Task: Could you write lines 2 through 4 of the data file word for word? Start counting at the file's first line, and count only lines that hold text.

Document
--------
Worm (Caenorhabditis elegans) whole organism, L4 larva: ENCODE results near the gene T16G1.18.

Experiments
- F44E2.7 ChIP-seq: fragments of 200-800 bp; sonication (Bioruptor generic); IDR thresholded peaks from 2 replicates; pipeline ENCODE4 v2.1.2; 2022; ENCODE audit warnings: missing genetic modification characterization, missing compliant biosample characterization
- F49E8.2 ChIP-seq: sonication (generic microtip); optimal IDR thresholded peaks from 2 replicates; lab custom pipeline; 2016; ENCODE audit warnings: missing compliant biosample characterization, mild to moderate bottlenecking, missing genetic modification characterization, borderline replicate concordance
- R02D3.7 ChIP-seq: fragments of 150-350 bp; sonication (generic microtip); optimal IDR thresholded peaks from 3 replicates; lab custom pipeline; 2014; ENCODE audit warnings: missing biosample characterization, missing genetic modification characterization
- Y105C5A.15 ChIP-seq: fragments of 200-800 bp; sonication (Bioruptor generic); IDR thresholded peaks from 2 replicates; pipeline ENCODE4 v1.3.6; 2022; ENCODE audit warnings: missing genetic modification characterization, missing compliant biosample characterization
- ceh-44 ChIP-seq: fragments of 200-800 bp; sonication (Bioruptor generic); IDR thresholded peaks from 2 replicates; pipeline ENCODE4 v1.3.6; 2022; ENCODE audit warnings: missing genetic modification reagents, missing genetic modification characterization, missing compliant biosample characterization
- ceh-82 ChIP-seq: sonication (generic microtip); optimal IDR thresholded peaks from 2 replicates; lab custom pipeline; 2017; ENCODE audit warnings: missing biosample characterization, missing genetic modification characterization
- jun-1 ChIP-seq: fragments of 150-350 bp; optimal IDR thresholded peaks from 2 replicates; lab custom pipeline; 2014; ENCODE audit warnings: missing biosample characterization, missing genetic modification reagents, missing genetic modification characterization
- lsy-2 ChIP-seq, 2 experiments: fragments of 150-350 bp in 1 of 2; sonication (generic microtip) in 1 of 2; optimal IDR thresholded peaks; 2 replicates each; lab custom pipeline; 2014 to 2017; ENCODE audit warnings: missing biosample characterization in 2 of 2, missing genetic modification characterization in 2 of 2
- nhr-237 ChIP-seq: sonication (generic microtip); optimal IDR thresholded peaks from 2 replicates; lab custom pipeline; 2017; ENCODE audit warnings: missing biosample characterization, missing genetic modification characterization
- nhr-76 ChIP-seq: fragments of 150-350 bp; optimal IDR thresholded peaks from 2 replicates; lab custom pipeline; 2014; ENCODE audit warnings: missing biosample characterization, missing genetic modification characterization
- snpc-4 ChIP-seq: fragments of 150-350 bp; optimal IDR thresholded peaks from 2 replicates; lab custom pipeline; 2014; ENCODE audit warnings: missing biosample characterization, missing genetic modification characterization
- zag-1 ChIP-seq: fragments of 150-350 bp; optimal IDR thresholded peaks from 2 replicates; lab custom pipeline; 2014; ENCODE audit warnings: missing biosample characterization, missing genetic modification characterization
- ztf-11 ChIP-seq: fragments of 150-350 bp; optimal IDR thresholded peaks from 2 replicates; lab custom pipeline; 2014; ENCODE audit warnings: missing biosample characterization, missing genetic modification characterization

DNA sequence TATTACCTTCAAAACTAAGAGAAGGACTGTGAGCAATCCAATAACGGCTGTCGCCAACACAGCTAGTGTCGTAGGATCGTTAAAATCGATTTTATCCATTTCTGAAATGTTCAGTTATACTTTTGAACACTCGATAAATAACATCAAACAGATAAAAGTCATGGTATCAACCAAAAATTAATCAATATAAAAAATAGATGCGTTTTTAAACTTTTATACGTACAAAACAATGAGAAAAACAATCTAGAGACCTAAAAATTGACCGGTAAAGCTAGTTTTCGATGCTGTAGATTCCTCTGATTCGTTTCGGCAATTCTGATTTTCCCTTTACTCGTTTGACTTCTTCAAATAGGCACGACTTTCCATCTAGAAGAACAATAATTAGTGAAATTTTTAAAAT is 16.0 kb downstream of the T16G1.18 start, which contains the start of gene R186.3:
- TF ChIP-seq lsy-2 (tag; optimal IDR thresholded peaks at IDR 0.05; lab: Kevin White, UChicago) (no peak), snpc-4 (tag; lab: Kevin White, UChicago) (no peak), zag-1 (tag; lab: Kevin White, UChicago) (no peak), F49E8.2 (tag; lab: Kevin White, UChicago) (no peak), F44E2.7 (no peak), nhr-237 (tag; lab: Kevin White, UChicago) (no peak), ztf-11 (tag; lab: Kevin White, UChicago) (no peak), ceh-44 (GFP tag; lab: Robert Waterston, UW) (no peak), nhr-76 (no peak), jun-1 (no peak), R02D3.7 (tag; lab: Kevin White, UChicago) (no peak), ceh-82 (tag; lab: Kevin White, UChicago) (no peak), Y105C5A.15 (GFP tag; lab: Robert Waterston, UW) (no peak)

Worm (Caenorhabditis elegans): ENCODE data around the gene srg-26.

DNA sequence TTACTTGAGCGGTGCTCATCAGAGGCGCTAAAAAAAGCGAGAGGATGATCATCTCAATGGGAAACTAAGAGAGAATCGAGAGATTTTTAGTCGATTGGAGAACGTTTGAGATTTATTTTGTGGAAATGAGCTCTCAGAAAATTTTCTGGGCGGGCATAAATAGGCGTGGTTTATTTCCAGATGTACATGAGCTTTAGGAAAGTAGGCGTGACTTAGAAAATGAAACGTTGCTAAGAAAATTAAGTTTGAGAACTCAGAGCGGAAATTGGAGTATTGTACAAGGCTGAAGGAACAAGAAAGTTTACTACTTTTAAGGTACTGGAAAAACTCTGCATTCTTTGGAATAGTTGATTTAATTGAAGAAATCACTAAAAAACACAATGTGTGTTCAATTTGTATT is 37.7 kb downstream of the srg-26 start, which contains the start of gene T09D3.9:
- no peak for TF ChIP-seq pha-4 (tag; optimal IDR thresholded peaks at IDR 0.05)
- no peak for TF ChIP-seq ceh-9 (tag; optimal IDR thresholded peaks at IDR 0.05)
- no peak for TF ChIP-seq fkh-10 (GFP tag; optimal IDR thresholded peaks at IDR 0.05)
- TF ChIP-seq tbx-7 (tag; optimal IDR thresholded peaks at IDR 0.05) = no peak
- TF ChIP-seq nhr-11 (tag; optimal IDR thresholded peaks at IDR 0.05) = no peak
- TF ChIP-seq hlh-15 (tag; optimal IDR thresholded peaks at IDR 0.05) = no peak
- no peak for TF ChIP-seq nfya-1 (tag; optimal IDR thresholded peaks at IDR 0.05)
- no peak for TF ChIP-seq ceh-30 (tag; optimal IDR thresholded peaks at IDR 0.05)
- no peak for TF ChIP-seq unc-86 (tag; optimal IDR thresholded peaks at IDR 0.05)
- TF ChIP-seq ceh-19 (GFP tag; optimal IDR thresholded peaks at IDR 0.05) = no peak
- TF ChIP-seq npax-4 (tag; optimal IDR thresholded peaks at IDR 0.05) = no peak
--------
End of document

Experiments
- F44E2.7 ChIP-seq: fragments of 200-800 bp; sonication (Bioruptor generic); IDR thresholded peaks from 2 replicates; pipeline ENCODE4 v2.1.2; 2022; ENCODE audit warnings: missing genetic modification characterization, missing compliant biosample characterization
- F49E8.2 ChIP-seq: sonication (generic microtip); optimal IDR thresholded peaks from 2 replicates; lab custom pipeline; 2016; ENCODE audit warnings: missing compliant biosample characterization, mild to moderate bottlenecking, missing genetic modification characterization, borderline replicate concordance